A little quantitative easing can be a good thing, if the money winds up with the people, rather than simply in the reserve accounts of banks. The national debt can also be a good thing. As Federal Reserve Board Chairman Marriner Eccles testified in hearings before the House Committee on Banking and Currency in 1941, government credit (or debt) ‘is what our money system is. If there were no debts in our money system, there wouldn’t be any money’.”
COMMENT: When it comes to national finances, the term “debt” confuses the masses. It makes people think that government “debt” is the same as private debt. (It is indeed the same for eurozone nations.) This scam makes the masses submit to needless austerity. The masses are also confused by the term “deficit spending.” Since the US government creates its own money in collaboration with bankers, the US government does not really have a “deficit.” And yet, even the best commentators, like Ellen Brown, retain elements of the brainwashing. Ellen refers to “deficit spending.” Why not just say, “government spending”?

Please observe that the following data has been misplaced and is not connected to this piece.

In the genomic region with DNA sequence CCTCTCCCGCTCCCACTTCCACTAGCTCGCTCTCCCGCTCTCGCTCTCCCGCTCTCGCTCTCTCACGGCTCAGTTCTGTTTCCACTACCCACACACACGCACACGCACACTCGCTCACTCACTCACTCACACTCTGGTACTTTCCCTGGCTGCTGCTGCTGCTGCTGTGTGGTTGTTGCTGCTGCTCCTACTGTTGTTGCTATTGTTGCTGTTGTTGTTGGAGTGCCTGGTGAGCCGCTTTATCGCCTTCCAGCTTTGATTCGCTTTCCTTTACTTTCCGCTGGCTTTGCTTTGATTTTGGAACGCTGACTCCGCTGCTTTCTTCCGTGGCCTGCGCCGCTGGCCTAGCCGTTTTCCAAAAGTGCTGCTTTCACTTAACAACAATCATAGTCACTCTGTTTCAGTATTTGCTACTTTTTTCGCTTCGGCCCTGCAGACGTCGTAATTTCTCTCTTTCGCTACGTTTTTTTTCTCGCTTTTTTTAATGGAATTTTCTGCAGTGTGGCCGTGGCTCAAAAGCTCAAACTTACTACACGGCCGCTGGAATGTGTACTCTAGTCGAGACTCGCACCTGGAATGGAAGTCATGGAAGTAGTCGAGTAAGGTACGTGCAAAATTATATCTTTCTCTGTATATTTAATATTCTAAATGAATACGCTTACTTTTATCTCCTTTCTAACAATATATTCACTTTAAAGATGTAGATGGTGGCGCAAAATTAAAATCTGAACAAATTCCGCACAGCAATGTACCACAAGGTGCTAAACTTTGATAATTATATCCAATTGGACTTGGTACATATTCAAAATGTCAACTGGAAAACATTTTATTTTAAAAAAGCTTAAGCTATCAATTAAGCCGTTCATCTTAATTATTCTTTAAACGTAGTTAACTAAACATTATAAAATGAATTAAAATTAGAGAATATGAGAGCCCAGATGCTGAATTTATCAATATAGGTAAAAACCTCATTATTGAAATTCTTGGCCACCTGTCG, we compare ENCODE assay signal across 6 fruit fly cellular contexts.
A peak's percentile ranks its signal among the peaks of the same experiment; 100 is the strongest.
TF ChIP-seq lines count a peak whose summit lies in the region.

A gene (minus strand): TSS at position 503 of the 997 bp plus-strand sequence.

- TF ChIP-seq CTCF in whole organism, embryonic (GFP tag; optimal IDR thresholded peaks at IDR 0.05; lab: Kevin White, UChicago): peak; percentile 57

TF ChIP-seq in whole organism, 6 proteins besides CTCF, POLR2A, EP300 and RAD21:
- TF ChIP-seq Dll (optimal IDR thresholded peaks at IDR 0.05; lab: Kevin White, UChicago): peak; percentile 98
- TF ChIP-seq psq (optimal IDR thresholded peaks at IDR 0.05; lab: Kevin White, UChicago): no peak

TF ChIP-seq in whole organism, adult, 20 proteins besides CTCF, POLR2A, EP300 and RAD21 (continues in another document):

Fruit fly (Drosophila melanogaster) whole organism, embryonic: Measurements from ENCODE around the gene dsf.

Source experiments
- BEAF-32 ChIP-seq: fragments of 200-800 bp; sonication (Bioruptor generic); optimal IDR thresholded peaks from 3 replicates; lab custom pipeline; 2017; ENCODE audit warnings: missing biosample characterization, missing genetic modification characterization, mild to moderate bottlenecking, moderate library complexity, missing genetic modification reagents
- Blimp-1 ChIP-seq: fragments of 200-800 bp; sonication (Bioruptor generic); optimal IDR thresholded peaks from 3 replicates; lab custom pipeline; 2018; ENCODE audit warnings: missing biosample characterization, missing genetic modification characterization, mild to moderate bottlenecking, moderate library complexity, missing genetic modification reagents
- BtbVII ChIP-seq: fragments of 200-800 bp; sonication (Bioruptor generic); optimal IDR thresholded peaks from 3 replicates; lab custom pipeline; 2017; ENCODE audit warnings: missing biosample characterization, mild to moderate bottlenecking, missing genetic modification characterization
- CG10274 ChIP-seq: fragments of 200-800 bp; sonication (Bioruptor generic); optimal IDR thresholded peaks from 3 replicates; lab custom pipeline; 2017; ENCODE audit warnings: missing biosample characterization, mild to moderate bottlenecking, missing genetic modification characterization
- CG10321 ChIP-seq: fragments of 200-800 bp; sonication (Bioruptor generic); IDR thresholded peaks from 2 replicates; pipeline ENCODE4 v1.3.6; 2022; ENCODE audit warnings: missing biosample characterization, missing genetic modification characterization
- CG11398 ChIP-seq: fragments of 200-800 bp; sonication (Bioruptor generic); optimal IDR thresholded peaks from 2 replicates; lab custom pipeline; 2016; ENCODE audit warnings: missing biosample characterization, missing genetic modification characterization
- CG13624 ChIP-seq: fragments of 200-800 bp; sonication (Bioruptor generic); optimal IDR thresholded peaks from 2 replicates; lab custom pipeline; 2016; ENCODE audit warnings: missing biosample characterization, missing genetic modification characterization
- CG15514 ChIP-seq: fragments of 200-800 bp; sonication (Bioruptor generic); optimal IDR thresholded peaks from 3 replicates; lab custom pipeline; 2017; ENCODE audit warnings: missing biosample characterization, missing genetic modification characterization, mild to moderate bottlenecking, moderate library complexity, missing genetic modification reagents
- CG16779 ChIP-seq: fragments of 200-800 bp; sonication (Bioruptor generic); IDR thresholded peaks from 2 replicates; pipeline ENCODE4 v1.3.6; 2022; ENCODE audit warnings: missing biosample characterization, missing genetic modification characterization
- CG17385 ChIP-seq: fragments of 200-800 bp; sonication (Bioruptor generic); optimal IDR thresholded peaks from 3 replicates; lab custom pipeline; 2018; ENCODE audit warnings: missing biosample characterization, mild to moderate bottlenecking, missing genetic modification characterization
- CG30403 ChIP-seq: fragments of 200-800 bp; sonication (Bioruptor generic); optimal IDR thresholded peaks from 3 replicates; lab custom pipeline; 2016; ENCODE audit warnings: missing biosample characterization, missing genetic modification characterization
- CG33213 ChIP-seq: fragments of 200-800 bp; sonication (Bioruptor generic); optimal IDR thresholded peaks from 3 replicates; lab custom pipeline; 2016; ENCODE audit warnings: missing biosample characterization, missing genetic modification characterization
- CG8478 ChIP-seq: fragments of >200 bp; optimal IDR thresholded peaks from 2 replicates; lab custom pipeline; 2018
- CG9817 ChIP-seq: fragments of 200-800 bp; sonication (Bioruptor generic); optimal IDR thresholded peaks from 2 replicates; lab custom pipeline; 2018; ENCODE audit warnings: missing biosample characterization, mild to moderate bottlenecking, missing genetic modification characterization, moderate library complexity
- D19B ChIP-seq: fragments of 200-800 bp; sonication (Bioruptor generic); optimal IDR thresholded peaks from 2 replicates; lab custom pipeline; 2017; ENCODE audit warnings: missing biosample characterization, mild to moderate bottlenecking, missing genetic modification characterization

“Properly directed, the national debt becomes the spending money of the people. It stimulates demand, which stimulates productivity. To keep the system stable and sustainable, the money just needs to come from the nation’s own government and its own people, and needs to return to the government and people.
COMMENT: But in the USA, all wealth and power flow one way…to the top. Therefore the U.S. masses will continue to fall into poverty. If the bankers ease the pressure, they will retain their godhood over a dystopian and impoverished America. If they do not ease the pressure, then the entire system will break.